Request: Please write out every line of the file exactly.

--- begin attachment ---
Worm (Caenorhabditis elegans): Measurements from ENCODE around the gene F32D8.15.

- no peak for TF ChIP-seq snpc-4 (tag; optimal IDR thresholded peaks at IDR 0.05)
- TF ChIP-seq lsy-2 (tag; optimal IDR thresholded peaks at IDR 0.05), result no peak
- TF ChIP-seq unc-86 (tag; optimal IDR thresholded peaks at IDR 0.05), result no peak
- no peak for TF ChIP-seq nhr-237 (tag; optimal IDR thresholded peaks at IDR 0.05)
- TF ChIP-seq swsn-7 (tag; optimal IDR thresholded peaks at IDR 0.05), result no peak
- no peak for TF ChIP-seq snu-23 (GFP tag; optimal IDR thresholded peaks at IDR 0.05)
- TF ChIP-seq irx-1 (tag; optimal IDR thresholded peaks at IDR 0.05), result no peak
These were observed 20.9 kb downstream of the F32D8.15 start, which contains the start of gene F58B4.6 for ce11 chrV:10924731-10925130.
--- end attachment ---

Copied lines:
Worm (Caenorhabditis elegans): Measurements from ENCODE around the gene F32D8.15.

- no peak for TF ChIP-seq snpc-4 (tag; optimal IDR thresholded peaks at IDR 0.05)
- TF ChIP-seq lsy-2 (tag; optimal IDR thresholded peaks at IDR 0.05), result no peak
- TF ChIP-seq unc-86 (tag; optimal IDR thresholded peaks at IDR 0.05), result no peak
- no peak for TF ChIP-seq nhr-237 (tag; optimal IDR thresholded peaks at IDR 0.05)
- TF ChIP-seq swsn-7 (tag; optimal IDR thresholded peaks at IDR 0.05), result no peak
- no peak for TF ChIP-seq snu-23 (GFP tag; optimal IDR thresholded peaks at IDR 0.05)
- TF ChIP-seq irx-1 (tag; optimal IDR thresholded peaks at IDR 0.05), result no peak
These were observed 20.9 kb downstream of the F32D8.15 start, which contains the start of gene F58B4.6 for ce11 chrV:10924731-10925130.